Germany has begun training Ukrainian crews for the Gepard; an air defense gun system mounted on the Leopard main battle tank chassis. The Gepard is obsolescent but has excellent radar and 35mm ammunition designed to engage aircraft. Unmanned Aerial Vehicles (UAVs) used for adjusting artillery fire are the bane of both sides, and the Gepard would provide a means of engaging Russian UAVs before those vehicles could spot critical targets.

Operational Level

Kherson

Ukraine continues to make small advances on this front.


The Ukrainian Army has called for all civilians to evacuate Kherson before it is attacked. My assessment hasn’t changed. I can’t imagine the Ukrainians getting involved in a meat grinder in Kherson. I think their objective is the line of communication (LOC) between Kherson and Melitopol. Severing that LOC would force the evacuation of all Russian troops to the northwest of Kherson. Were I calling the shots, I’d have my eye on Nova Kakhovka. That city sits astride the LOC, and it controls the canal providing potable water to Crimea.

Snake Island

Last week I noted that Ukrainian artillery had forced the Russians to evacuate Snake Island. This week the Ukrainian flag flies there. I’m not sure if it is occupied right now, but that is inevitable. An anti-ship missile and anti-aircraft battery would make the island impervious to Russian attack. Anti-ship missiles on Snake Island put a large section of the Black Sea, including approaches to the Sevastopol naval base in Crimea, off-limits to Russian ships.

Kharkiv

This front has been static outside of some skirmishing. I still hold the view that this is a backwater of the war.

Donetsk

In the last week, the Russian army has succeeded in occupying the historic Oblast of Luhansk, the northernmost of the Donbas oblasts or provinces.

The Russians have not claimed any new territorial gains in the last 24 hours and seem to be at an “operational pause,” having reached the Clausewitzian culminating point.

Prognosis
We’ve reached the same place we were in late March/early April, where neither the Ukrainians nor the Russians have the combat power to pursue large-scale operations. Some towns will change hands, but this phase of the war is a logistics race. How fast can the Russians regenerate the units that were mauled in taking Luhansk? How many “contract” soldiers can Russian recruiters wring out of Russia to join the army? Does the Russian logistics arm have the imagination and wherewithal to evade long-range rocket attacks while supporting the field army? If the Russians cannot maintain a steady flow of artillery ammunition to the firing batteries, this war is over. Russian infantry and armor have proven horribly incompetent; their advances in the past month have been behind a curtain of artillery rounds.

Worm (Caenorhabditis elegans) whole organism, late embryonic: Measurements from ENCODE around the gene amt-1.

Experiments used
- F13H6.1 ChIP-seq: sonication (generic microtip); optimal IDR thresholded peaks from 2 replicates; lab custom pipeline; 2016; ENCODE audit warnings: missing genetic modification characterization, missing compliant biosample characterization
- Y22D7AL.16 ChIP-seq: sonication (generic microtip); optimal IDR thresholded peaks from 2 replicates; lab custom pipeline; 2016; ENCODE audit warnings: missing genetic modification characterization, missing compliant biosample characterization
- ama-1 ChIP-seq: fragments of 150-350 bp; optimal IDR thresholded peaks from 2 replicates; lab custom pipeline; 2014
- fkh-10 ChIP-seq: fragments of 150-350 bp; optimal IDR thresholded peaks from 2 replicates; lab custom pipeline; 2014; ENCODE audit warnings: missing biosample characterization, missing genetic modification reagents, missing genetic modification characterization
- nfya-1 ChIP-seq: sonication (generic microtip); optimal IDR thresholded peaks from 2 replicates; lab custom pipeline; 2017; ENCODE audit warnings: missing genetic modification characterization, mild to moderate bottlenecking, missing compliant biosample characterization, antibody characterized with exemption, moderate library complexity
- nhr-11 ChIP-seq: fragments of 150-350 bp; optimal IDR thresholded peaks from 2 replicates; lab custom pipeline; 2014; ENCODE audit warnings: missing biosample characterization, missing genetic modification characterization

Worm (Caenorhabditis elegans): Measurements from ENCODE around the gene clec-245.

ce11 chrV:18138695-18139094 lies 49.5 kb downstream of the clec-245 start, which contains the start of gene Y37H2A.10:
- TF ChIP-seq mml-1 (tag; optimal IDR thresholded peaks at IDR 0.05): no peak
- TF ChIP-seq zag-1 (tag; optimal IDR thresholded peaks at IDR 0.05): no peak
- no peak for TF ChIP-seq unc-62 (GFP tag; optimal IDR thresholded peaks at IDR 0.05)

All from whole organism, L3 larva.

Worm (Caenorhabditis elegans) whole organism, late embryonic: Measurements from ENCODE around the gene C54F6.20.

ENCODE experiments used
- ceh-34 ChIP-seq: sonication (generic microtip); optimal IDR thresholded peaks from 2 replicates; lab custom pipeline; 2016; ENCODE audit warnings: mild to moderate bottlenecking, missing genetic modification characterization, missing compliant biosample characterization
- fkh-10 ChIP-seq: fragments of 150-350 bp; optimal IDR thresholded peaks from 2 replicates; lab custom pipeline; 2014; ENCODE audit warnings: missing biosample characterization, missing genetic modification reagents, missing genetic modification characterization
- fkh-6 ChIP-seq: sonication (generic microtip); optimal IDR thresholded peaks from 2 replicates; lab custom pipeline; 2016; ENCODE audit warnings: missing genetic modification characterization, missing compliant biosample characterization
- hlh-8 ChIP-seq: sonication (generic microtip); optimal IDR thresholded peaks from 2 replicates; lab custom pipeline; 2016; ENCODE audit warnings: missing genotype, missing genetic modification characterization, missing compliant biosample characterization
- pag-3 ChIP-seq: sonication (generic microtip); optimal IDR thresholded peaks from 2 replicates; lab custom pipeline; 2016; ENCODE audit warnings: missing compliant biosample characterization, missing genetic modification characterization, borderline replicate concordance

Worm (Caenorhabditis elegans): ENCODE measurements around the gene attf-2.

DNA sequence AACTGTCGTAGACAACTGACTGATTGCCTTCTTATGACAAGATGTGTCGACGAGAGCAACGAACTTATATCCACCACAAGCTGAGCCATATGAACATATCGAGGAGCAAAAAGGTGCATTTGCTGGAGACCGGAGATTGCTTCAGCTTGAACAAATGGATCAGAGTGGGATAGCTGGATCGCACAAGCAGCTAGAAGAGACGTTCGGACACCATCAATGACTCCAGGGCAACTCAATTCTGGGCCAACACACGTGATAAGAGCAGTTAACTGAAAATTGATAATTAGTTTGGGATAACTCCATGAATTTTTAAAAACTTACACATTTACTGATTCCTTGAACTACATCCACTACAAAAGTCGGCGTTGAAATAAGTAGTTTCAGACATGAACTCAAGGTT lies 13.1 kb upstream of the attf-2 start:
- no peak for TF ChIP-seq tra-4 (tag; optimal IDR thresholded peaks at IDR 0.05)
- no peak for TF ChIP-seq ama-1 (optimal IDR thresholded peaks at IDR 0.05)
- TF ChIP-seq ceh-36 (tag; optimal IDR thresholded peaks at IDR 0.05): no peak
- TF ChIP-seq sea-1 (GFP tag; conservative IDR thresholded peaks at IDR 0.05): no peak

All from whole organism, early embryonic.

The Ukrainians have a similar set of problems. They need to integrate new NATO standard weaponry and equipment into their units. Supplies of Soviet standard munitions are being rapidly drawn down, and new dumps of Western munitions will have to be established and protected. Newly trained units must be introduced to combat, and those men who have been in combat for four months will need a rest. Pressure must be kept on the Russian army, so it doesn’t have time to rest and refit. Ideally, attacks in Kherson, Donetsk, and Kharkiv will keep Russian units racing back and forth, putting out fires and preventing them from replacing men and equipment.

There is also the function of political will. Right now, neither Putin nor Ukrainian President Volodymyr Zelensky seems to have anything to talk about. None of the major European powers nor America have indicated that they will push Zelensky to seek peace a second before he wants.

Like so many wars, this one started out looking easy and quick in the planning stage but then encountered Clausewitz’s “friction.” There is no telling how much longer this one can last.